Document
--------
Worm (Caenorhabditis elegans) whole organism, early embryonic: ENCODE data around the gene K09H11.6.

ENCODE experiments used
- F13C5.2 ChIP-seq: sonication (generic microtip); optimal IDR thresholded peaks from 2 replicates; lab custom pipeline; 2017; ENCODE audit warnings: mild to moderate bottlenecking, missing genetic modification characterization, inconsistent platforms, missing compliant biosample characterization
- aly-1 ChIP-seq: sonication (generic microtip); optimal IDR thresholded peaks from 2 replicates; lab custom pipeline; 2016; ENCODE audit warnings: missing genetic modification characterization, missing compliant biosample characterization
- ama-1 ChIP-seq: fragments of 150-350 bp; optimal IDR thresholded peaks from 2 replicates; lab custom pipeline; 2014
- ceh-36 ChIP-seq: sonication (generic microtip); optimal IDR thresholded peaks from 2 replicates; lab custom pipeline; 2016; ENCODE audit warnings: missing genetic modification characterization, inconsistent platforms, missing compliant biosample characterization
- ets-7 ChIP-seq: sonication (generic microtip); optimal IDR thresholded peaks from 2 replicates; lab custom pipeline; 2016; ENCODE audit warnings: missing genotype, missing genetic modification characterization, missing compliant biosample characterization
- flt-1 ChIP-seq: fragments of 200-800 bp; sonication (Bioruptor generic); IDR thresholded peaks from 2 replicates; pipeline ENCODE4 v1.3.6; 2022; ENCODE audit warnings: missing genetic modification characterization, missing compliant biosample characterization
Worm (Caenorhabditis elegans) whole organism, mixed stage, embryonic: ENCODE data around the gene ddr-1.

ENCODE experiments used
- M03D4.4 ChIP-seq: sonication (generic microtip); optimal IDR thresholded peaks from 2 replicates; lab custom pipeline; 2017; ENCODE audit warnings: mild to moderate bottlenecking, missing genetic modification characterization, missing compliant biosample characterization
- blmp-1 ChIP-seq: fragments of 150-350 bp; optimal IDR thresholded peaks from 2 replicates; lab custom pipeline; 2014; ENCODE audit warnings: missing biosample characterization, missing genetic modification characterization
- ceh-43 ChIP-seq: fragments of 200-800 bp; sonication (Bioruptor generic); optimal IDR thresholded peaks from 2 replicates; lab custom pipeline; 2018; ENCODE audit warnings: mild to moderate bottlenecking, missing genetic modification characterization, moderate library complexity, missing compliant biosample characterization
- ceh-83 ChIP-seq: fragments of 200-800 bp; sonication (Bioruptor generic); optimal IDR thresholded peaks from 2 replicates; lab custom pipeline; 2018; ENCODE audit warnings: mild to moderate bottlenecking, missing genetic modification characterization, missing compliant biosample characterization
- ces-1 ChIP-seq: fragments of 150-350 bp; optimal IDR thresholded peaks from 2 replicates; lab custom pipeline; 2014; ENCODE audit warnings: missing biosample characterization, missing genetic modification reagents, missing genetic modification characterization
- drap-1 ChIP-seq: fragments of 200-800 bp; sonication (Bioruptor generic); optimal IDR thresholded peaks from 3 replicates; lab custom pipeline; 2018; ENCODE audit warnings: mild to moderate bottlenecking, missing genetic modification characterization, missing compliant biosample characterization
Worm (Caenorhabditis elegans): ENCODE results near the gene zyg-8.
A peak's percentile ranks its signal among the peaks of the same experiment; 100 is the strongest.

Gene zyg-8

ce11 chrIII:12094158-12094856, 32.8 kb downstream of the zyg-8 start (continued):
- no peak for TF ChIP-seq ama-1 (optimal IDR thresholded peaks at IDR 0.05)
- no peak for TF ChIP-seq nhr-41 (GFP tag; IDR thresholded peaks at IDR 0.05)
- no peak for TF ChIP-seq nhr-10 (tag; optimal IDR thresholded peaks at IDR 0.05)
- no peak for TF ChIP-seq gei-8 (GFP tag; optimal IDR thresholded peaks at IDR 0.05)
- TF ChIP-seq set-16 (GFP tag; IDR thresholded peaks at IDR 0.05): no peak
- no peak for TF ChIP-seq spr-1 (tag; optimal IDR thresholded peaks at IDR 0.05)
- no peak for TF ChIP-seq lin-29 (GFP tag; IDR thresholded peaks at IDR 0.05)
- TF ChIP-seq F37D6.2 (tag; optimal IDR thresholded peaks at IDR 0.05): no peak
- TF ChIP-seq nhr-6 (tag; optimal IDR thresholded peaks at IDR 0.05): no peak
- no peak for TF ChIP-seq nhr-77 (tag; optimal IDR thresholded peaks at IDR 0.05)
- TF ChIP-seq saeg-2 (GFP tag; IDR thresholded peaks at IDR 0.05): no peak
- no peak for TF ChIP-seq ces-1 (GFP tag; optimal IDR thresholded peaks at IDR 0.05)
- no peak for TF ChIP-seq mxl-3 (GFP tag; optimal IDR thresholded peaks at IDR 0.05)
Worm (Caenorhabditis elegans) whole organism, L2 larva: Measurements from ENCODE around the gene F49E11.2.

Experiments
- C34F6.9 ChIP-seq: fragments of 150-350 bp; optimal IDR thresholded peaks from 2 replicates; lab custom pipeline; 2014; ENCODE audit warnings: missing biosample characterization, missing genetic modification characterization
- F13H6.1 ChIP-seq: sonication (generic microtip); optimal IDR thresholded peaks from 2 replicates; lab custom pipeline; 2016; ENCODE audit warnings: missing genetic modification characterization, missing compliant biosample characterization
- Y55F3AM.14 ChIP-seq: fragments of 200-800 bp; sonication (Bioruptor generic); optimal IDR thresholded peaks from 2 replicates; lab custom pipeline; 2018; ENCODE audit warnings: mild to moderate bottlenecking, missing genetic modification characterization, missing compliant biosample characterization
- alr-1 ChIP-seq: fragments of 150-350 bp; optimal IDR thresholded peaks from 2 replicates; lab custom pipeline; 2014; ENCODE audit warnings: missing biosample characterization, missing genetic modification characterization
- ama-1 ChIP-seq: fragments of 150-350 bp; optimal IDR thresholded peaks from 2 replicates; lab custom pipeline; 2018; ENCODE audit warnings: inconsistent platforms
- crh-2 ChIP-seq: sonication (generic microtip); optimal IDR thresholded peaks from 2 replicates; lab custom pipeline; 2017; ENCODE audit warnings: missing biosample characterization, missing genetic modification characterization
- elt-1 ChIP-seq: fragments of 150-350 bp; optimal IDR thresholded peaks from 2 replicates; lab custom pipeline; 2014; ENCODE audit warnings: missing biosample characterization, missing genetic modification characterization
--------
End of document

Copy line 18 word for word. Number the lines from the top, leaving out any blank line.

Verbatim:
A peak's percentile ranks its signal among the peaks of the same experiment; 100 is the strongest.